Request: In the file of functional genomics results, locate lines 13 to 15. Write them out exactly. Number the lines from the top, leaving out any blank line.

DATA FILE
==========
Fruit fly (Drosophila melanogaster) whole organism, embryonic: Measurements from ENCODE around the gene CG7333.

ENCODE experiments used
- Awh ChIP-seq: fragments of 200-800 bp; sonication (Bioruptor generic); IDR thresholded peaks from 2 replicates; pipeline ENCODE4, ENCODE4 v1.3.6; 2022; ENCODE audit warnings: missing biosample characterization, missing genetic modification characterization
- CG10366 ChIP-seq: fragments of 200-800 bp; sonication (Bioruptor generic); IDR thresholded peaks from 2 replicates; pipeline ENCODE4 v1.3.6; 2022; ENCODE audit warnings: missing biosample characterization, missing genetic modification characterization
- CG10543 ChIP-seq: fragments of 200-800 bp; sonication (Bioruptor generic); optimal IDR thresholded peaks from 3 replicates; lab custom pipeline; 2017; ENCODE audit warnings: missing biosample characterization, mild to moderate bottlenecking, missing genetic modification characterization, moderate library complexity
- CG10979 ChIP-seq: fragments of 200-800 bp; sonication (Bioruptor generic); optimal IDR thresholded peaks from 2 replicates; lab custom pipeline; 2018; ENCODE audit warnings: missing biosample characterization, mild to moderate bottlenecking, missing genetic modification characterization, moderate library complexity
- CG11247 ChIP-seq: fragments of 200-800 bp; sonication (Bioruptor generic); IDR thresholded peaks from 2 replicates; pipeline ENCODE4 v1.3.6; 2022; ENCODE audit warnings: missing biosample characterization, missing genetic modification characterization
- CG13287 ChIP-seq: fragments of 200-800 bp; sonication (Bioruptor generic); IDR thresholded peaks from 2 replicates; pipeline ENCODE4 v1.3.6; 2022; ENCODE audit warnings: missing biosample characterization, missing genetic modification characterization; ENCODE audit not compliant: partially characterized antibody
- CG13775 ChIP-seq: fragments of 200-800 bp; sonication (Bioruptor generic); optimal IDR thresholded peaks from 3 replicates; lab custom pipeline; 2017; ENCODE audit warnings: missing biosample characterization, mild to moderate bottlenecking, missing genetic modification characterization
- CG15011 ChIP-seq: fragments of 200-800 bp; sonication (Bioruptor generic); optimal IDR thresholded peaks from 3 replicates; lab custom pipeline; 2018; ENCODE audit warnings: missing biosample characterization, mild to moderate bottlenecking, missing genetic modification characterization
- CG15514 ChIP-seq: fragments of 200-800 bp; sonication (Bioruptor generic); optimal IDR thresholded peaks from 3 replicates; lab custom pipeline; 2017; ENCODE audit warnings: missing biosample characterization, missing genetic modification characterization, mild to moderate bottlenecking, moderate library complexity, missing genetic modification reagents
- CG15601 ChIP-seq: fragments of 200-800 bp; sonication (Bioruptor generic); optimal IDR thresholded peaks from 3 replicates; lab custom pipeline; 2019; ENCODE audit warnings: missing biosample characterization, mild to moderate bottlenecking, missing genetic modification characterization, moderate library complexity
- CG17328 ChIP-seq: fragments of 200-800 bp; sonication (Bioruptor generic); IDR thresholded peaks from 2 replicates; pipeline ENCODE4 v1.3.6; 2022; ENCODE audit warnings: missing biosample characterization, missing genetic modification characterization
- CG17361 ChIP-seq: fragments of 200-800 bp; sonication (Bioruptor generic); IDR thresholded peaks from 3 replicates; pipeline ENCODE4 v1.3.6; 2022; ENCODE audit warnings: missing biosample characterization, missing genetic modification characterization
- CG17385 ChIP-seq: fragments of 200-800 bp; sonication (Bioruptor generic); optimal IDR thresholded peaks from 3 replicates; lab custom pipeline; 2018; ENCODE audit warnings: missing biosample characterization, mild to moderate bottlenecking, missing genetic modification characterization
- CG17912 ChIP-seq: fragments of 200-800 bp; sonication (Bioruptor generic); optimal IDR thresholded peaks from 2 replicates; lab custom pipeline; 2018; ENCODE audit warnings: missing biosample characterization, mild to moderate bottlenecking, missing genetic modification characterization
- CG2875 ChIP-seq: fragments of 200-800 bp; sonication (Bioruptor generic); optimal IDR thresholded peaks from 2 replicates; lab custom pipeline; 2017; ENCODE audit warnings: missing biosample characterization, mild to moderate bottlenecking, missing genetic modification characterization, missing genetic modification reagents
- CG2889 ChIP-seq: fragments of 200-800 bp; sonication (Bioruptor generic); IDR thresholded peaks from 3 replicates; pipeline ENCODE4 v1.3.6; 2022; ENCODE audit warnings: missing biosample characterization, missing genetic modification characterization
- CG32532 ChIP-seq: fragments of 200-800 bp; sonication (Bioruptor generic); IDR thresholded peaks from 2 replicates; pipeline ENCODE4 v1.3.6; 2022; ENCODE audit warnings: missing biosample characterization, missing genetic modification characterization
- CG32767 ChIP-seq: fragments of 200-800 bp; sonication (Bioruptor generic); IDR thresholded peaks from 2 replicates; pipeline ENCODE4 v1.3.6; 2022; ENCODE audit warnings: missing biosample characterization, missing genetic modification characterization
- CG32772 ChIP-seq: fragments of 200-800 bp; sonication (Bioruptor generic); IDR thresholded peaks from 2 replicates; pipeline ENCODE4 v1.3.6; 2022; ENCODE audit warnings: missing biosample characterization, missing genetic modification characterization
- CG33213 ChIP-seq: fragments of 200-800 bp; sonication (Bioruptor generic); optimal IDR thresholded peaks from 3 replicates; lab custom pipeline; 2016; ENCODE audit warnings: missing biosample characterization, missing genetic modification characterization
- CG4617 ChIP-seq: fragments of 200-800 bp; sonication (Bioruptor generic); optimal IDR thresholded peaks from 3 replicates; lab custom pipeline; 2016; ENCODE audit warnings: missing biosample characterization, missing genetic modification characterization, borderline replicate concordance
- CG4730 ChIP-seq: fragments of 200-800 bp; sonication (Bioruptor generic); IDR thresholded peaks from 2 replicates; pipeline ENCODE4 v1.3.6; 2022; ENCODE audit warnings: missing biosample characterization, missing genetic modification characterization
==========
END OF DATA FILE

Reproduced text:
- CG17328 ChIP-seq: fragments of 200-800 bp; sonication (Bioruptor generic); IDR thresholded peaks from 2 replicates; pipeline ENCODE4 v1.3.6; 2022; ENCODE audit warnings: missing biosample characterization, missing genetic modification characterization
- CG17361 ChIP-seq: fragments of 200-800 bp; sonication (Bioruptor generic); IDR thresholded peaks from 3 replicates; pipeline ENCODE4 v1.3.6; 2022; ENCODE audit warnings: missing biosample characterization, missing genetic modification characterization
- CG17385 ChIP-seq: fragments of 200-800 bp; sonication (Bioruptor generic); optimal IDR thresholded peaks from 3 replicates; lab custom pipeline; 2018; ENCODE audit warnings: missing biosample characterization, mild to moderate bottlenecking, missing genetic modification characterization